Parkinson’s disease is a neurodegenerative disease that primarily affects the part of your brain that’s responsible for movement, according to the Parkinson’s Foundation. People living with this disease have a deficiency of dopamine, a brain chemical that aids in controlling your body’s movement.
With April being Parkinson’s Awareness Month, it’s good to know the symptoms, potential causes, and risks that are associated with this debilitating disease in order to better help yourself and your loved ones.
Photo by: CUMC Archives and Special Collections
Imagine being an injured soldier from battle during the Spanish-American War in 1898, where medicine is scarce and the conditions of the field hospital are life-threatening. As disease and famine spread quickly and unforgivingly throughout the camp, the last chance for hope is a nurse, who will one day become known as the “American Florence Nightingale”.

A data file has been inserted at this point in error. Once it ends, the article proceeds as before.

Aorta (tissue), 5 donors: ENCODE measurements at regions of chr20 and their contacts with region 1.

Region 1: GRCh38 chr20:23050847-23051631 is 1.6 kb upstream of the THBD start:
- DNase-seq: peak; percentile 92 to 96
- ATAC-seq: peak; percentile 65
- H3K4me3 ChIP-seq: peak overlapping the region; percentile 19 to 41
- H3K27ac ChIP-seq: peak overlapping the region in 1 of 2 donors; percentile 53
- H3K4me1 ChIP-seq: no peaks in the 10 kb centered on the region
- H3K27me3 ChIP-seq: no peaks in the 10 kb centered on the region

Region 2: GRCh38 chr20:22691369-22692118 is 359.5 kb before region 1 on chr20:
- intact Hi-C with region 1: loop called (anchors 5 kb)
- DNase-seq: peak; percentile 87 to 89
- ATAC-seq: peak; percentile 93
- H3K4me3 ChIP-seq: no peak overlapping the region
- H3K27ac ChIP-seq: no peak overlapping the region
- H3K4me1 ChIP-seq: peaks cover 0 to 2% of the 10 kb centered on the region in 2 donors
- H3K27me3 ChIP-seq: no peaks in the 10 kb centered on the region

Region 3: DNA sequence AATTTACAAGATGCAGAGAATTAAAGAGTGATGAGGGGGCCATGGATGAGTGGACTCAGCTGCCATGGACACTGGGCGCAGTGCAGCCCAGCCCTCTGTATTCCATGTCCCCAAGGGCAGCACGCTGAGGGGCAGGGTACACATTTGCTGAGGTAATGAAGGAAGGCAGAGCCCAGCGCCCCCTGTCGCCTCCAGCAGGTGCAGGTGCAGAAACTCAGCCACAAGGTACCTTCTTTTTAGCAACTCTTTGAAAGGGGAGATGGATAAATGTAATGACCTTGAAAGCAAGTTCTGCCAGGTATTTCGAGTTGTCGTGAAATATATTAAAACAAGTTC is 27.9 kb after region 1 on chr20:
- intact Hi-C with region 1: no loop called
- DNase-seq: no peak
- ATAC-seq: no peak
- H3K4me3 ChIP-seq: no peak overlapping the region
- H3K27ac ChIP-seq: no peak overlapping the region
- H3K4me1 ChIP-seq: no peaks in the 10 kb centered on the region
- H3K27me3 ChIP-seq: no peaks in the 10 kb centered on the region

If you’re a part of the 30 million people that watch HBO’s Game of Thrones, it’s likely that you’re patiently waiting for the beginning of the final season to air. If you haven’t seen the show before, we must warn you now: this blog contains spoilers to some of the pivotal moments in previous seasons.
Throughout the show of Game of Thrones (GOT), it’s not uncommon for the key characters to get badly hurt or injured in battle, or through other unfortunate circumstances, and to go through a healing and recovery process.